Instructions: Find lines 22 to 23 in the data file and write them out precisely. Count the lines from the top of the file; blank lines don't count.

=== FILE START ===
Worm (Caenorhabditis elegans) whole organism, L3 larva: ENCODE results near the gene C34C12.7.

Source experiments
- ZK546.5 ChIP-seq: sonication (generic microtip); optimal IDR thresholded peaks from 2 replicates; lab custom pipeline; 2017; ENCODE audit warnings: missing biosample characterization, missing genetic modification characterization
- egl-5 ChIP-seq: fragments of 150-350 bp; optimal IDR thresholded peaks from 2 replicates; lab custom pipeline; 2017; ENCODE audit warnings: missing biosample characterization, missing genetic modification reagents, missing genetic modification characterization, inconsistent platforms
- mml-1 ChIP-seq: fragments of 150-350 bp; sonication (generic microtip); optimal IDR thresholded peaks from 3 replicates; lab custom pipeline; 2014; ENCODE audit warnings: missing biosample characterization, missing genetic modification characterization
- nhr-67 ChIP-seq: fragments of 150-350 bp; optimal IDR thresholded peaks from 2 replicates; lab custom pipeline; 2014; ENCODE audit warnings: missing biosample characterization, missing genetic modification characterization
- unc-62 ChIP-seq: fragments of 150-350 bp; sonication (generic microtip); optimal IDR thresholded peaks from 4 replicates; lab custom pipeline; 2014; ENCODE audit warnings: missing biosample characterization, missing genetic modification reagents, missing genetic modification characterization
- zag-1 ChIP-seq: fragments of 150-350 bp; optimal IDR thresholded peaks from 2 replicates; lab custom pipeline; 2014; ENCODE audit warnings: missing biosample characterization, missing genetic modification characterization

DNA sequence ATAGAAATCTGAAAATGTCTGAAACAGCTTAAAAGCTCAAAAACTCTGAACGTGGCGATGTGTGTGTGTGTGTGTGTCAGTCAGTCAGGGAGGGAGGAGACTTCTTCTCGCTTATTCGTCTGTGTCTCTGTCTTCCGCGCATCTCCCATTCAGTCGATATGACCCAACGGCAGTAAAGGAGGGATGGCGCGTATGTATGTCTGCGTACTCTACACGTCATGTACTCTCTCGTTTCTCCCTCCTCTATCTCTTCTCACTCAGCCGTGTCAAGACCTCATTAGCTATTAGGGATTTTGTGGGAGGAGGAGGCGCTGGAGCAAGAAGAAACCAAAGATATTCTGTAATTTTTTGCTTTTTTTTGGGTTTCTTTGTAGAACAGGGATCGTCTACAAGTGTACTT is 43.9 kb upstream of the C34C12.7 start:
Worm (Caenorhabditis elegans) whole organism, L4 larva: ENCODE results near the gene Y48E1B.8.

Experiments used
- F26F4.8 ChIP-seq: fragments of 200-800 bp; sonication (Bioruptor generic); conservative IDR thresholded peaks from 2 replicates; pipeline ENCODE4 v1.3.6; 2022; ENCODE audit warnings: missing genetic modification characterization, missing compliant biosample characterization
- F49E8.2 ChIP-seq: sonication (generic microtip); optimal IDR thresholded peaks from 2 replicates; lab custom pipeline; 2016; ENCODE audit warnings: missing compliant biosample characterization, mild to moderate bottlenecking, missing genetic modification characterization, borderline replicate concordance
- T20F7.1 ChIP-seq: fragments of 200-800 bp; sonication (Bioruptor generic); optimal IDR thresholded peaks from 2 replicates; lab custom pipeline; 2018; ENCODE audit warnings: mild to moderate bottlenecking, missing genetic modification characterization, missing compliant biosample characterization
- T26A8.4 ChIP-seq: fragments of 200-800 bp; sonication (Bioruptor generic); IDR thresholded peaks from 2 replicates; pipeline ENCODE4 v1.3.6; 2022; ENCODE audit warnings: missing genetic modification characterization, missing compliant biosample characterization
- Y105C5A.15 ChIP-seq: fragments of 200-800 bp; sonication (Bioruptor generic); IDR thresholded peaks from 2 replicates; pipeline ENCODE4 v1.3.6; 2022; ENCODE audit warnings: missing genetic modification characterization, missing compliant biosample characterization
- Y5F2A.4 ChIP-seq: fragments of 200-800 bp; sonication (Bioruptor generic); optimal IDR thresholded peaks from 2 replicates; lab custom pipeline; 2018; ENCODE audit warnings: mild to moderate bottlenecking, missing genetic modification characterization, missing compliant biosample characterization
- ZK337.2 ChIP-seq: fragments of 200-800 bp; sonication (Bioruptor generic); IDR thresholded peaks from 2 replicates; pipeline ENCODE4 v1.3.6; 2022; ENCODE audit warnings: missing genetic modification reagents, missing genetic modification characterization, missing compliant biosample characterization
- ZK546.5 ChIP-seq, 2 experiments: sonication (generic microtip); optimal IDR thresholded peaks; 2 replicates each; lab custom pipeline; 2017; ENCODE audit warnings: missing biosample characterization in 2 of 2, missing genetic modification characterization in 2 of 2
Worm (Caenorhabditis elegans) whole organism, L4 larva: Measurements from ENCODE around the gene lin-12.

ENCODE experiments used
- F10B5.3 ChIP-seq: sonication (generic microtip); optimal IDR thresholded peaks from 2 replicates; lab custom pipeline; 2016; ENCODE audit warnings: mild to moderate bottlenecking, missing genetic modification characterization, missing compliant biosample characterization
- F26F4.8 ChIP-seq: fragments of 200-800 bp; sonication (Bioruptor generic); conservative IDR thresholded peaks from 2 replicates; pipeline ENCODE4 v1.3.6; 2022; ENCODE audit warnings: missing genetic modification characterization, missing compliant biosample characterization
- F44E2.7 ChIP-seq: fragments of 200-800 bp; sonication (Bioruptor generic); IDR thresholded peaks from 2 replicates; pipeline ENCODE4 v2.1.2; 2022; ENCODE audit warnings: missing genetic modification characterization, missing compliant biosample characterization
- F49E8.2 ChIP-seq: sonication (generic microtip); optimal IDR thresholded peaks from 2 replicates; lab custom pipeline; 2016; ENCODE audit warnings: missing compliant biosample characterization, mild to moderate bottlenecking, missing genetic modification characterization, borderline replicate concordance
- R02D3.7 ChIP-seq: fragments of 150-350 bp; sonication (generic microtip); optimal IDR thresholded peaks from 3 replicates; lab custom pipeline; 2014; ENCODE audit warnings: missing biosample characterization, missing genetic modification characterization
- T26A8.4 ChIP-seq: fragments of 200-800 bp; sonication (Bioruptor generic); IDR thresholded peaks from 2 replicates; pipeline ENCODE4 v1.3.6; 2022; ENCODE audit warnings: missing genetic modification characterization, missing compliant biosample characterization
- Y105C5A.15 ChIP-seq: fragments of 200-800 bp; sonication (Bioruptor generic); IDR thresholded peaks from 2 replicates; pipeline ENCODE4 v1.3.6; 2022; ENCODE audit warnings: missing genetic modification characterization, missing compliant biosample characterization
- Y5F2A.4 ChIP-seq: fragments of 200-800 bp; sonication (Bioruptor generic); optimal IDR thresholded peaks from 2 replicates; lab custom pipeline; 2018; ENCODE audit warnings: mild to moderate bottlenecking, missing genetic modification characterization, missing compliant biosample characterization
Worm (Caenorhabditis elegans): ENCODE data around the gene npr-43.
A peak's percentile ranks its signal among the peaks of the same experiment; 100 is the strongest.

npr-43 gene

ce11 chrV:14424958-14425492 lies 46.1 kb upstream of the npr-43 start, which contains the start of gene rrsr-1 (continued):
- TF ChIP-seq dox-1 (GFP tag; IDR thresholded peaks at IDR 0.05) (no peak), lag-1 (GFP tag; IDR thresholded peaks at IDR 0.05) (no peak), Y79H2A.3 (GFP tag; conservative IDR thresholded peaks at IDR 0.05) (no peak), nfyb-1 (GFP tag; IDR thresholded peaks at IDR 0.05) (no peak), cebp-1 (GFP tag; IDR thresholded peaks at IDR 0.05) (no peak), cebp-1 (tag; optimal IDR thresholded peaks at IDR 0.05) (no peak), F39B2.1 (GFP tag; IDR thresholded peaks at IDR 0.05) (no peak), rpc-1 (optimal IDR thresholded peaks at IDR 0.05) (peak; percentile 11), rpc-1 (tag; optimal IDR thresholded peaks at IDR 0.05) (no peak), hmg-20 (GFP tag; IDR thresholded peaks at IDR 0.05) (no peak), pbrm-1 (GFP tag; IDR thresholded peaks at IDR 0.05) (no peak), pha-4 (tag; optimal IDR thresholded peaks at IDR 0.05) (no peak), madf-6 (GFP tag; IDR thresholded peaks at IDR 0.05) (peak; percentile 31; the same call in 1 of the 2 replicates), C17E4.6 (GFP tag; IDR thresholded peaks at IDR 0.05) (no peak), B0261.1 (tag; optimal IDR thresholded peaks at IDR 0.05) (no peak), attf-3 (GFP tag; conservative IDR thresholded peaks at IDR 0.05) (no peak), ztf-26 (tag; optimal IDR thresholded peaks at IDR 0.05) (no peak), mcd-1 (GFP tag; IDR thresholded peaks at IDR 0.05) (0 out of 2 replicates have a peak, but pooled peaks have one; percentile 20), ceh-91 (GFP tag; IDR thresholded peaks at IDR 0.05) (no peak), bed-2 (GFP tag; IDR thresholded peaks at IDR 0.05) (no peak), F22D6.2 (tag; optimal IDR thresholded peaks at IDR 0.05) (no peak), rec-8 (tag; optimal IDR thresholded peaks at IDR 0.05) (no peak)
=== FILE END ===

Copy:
- F10B5.3 ChIP-seq: sonication (generic microtip); optimal IDR thresholded peaks from 2 replicates; lab custom pipeline; 2016; ENCODE audit warnings: mild to moderate bottlenecking, missing genetic modification characterization, missing compliant biosample characterization
- F26F4.8 ChIP-seq: fragments of 200-800 bp; sonication (Bioruptor generic); conservative IDR thresholded peaks from 2 replicates; pipeline ENCODE4 v1.3.6; 2022; ENCODE audit warnings: missing genetic modification characterization, missing compliant biosample characterization